NEWPORT BEACH, Calif. -- The annual Celebrity Golf Invitational at The Resort at Pelican Hill is a fundraiser for the MLB Youth Academy in Compton, Calif. For the Matthews -- event host Gary Jr.; his brother, Del; and their father, Gary Sr., or “Sarge” -- it’s also a family affair.
The Matthews family, which gathered on Monday in Orange County, Calif., for a philanthropic round of golf, has deep roots in the game of baseball. Sarge was a first-round Draft pick of the Giants in 1968, a National League Rookie of the Year in ’73 and an All-Star in ’79, and later a color commentator for the Phillies. Gary Jr., serving as host of the tournament along with Torii Hunter, spent 12 seasons in the Majors, including his All-Star campaign with the Rangers in 2006. Del, who played briefly in the Brewers’ farm system, currently serves as MLB’s vice president of baseball development, overseeing the league’s 10 Youth Academies, including Compton, the beneficiary of Monday’s fundraiser.
MLB’s Youth Academies offer free, year-round baseball and softball instruction to local youth. More than 500 Academy student-athletes have gone on to participate in collegiate baseball and softball programs, and more than 150 Academy alumni have been drafted by MLB Clubs.
“The Commissioner laid the foundation with youth development and making youth participation one of his major initiatives when he first came aboard,” said Del Matthews. “The Academy network is an integral part of that process. It’s one piece of that, but [it provides] the opportunity to impact youth in various states, cities, in urban areas around the country, to give kids the opportunity to play at essentially no cost when the game is getting more expensive.”
In addition to athletic instruction, the Youth Academy offers access to educational resources (such as SAT/ACT prep), as well as baseball vocational programming, offering its participants and members of the local community the opportunity to attend free seminars on umpiring, athletic field management, scouting and player development, sports and broadcast journalism, and public relations and statistics.
“You know, this isn’t something I just do research on,” said Gary Matthews Jr., hosting the Invitational for the third straight year. “I’ve gone to the Academy and brought my daughter there to take a look at it so she can see how they compete and the work they’re doing. It really is a top-notch program.”
In addition to supporting a cause they care about, the Invitational comes with the added bonus of being a chance for the Matthews brothers to get together with their father and reflect on how far they’ve all come.
“To have all three of us here, working together in a game that our father taught us, is really special,” said Matthews Jr. “Sometimes, it’s beyond words. But when I get out on the course with my father, I’m able to have some private moments with him, and talk about where we are today compared to where it started for him. … To think about where it began for my father to where it is today and being able to support the Youth Academy and still be involved with Major League Baseball is really special for my family.”
Sarge relishes being able to hit the links with his boys, and he couldn’t be prouder of the work they are doing.
“I think any dad would be proud of their [children], whether or not it’s doctor, lawyer, etc., following in their footsteps, to not only follow in, but also to surpass what you’ve done in your particular career,” said Matthews Sr. “That has happened, definitely, for me, and that is definitely gratifying when you see that -- and not just see it once or twice, but to strive to be able to even give back and to do more. And certainly, they have done just that. When you’re doing it for the kids, when you’re actually able to make sure that, hey, it’s not a selfish thing and you’re giving from the heart, it does my heart very well to see that.”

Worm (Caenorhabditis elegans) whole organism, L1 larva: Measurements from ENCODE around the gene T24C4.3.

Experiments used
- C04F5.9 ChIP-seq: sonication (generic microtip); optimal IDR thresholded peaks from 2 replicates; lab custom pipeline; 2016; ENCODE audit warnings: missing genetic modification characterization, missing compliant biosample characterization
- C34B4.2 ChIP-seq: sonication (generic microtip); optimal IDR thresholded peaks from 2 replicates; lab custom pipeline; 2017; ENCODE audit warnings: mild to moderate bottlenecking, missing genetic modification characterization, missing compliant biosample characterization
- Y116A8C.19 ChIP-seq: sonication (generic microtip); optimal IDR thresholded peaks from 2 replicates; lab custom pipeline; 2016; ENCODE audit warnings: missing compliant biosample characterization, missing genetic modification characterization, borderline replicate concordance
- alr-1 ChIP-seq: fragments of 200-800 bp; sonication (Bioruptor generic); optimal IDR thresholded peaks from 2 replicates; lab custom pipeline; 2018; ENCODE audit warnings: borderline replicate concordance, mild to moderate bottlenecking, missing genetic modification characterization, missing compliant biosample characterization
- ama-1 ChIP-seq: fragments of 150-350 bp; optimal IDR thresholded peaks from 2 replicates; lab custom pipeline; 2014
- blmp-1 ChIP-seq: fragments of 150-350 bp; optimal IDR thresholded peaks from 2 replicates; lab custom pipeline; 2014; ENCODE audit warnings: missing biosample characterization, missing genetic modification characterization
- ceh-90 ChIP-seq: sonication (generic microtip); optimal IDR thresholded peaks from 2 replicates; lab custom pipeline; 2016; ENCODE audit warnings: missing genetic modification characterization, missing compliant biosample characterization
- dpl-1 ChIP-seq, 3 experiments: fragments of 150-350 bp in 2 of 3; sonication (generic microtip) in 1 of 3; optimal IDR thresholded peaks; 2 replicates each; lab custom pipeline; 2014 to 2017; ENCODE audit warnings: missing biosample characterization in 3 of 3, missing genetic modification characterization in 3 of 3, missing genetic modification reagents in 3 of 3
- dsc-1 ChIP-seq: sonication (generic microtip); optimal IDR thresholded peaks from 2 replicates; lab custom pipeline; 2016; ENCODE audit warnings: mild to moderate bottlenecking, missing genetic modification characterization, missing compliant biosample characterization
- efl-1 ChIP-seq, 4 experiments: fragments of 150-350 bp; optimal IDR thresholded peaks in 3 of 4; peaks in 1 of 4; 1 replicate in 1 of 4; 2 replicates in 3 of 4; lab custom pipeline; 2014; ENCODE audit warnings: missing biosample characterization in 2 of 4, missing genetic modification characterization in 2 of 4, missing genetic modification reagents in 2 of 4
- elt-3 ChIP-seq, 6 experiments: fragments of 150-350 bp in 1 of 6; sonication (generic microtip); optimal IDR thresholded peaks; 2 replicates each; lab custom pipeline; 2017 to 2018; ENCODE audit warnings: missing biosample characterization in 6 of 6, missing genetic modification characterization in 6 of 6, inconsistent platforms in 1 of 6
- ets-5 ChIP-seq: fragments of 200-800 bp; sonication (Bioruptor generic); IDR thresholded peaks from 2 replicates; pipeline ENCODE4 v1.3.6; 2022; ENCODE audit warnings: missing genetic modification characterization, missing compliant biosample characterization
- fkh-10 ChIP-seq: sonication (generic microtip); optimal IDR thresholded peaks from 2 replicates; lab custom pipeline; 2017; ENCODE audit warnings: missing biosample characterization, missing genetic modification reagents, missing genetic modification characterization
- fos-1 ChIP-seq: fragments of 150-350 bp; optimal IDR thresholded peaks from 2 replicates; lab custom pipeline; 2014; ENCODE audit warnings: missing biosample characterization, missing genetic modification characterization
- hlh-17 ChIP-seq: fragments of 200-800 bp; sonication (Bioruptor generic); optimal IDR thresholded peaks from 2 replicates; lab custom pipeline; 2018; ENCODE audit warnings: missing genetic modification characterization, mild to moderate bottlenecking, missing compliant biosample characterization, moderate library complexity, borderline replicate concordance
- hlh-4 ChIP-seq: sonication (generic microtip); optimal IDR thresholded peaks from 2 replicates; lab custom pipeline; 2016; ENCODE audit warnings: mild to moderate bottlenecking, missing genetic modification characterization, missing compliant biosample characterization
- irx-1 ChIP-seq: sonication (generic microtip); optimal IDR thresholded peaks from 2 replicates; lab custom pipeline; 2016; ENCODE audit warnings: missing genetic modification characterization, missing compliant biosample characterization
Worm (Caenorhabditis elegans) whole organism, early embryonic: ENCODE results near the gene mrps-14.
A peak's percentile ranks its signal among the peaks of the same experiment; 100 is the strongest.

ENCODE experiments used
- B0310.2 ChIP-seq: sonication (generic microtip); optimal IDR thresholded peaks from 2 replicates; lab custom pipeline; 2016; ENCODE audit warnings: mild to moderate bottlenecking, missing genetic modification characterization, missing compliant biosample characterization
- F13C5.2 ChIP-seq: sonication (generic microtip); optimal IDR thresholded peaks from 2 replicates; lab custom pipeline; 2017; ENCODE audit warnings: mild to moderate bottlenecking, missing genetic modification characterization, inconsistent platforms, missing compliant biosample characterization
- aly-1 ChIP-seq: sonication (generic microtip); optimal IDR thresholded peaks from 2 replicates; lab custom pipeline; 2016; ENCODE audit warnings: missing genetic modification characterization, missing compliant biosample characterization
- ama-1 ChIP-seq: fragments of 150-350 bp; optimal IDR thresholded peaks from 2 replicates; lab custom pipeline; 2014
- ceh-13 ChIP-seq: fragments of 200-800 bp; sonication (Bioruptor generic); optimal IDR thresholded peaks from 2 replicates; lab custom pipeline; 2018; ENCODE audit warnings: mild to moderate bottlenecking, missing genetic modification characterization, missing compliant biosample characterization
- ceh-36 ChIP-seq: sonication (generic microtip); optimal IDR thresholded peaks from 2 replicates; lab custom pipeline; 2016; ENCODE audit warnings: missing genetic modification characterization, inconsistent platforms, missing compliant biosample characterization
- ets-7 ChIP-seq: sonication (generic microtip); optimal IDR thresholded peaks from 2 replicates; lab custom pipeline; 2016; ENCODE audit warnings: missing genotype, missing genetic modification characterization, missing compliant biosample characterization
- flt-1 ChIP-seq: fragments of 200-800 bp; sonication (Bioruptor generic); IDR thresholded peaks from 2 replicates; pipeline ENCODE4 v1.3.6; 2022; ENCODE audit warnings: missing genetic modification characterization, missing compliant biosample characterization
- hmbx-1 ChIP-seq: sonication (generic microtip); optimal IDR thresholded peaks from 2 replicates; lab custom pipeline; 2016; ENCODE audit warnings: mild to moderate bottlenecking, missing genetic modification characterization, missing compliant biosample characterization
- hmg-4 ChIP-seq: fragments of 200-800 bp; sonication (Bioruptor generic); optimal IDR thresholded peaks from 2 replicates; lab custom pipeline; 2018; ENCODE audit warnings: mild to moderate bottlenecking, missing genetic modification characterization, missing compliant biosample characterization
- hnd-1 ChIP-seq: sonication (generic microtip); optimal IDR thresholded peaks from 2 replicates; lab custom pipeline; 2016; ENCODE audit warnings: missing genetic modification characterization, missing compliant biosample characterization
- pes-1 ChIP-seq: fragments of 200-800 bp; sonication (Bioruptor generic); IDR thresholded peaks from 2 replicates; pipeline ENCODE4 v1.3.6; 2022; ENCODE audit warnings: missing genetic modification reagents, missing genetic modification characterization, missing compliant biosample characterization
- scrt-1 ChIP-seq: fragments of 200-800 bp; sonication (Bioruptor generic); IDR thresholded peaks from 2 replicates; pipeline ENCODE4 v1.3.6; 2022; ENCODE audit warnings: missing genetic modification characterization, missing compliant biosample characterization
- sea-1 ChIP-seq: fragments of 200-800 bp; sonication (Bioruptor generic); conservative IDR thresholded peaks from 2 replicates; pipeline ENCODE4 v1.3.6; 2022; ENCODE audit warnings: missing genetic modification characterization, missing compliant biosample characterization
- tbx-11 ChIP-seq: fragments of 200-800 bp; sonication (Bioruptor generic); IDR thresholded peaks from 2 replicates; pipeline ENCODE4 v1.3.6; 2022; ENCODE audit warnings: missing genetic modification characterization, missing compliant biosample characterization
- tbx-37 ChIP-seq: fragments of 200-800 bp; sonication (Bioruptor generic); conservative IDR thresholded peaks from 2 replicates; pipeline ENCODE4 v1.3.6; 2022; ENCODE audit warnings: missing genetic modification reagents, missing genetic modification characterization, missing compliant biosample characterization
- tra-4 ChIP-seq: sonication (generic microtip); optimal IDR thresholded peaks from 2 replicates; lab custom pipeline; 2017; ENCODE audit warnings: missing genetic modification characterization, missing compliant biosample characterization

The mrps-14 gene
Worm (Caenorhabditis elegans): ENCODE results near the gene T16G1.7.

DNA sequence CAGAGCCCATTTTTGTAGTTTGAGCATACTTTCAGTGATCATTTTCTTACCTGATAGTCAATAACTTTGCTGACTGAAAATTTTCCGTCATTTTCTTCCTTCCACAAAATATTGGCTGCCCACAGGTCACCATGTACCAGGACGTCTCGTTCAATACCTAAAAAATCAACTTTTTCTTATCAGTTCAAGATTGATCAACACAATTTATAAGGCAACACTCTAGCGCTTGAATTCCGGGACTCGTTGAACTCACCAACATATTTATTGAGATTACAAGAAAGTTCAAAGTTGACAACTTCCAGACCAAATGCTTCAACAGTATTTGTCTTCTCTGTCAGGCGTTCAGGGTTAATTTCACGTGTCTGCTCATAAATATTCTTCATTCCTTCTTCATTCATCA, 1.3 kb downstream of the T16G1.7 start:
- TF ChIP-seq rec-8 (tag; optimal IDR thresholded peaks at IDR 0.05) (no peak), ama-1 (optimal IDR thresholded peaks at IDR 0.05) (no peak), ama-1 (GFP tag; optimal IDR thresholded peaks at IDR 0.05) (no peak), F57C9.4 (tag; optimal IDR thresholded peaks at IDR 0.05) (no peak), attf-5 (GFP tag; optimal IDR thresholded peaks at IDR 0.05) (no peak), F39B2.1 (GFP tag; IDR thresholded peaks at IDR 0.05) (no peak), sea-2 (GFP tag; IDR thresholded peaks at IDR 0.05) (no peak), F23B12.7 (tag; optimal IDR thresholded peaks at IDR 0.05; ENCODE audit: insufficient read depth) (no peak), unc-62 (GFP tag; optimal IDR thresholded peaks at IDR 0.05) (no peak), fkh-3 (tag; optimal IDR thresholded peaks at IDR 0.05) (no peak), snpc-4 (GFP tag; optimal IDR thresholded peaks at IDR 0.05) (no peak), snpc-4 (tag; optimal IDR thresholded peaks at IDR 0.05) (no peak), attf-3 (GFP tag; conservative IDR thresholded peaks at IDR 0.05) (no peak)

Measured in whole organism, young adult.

That significance of the work being done by the Matthews brothers through the Celebrity Golf Invitational is clear to the event’s attendees, including actor Donald Faison, of “Scrubs” fame.
“Baseball is one of those sports where you need a lot of people to play it,” said Faison. “It’s not one of those things where you can go outside and practice on a hoop or go and play by yourself. And it takes a lot of equipment, too, to play baseball -- you need gloves, you need bats, you need a field, you need a lot of things. So anytime we can, as professionals and people who have made a lot of money, can give back to kids to have an opportunity to play something like baseball is always a big deal.”
Academy pitching coach Sergio Santos, one of several former Major Leaguers on staff, affirmed the importance of the funds brought in by the event.
“The beautiful thing about our Academy is you can show up with no glove, no pants, no shirt, no anything, and we provide everything for free, on top of all the educational stuff we provide as well,” said Santos. “This just goes into funding that. And every year, it’s been bigger and better.”
And then there’s Padres hitting coach Johnny Washington, who is one of the Academy’s success stories. Washington, a native of Long Beach, Calif., got his first coaching experience at the nearby Compton Academy while he was a Rangers Minor Leaguer in 2006. He’s more than eager to give back to the place that helped him get to where he is today.
“There are tons [of Youth Academies] around the country, and they’re all serving the same purpose with helping the youth, promoting youth, giving guys other opportunities that they wouldn’t have gotten without the Academy,” said Washington. “When you see things like this grow, you want to be a part of it, because I remember exactly where it originated from and where it all started.”
The day of golf was followed by a dinner and both a silent and live auction, with proceeds from those also going to support the MLB Youth Academy in Compton.